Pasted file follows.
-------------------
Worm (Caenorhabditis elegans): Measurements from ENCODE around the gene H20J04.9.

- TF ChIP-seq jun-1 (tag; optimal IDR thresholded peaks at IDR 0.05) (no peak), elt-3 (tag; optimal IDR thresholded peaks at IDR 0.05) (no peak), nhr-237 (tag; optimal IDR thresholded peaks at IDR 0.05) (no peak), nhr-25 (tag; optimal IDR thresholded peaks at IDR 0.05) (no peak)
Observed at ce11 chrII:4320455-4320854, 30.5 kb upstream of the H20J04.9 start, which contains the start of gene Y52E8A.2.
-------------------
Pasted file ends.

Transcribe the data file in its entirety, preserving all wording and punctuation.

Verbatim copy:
Worm (Caenorhabditis elegans): Measurements from ENCODE around the gene H20J04.9.

- TF ChIP-seq jun-1 (tag; optimal IDR thresholded peaks at IDR 0.05) (no peak), elt-3 (tag; optimal IDR thresholded peaks at IDR 0.05) (no peak), nhr-237 (tag; optimal IDR thresholded peaks at IDR 0.05) (no peak), nhr-25 (tag; optimal IDR thresholded peaks at IDR 0.05) (no peak)
Observed at ce11 chrII:4320455-4320854, 30.5 kb upstream of the H20J04.9 start, which contains the start of gene Y52E8A.2.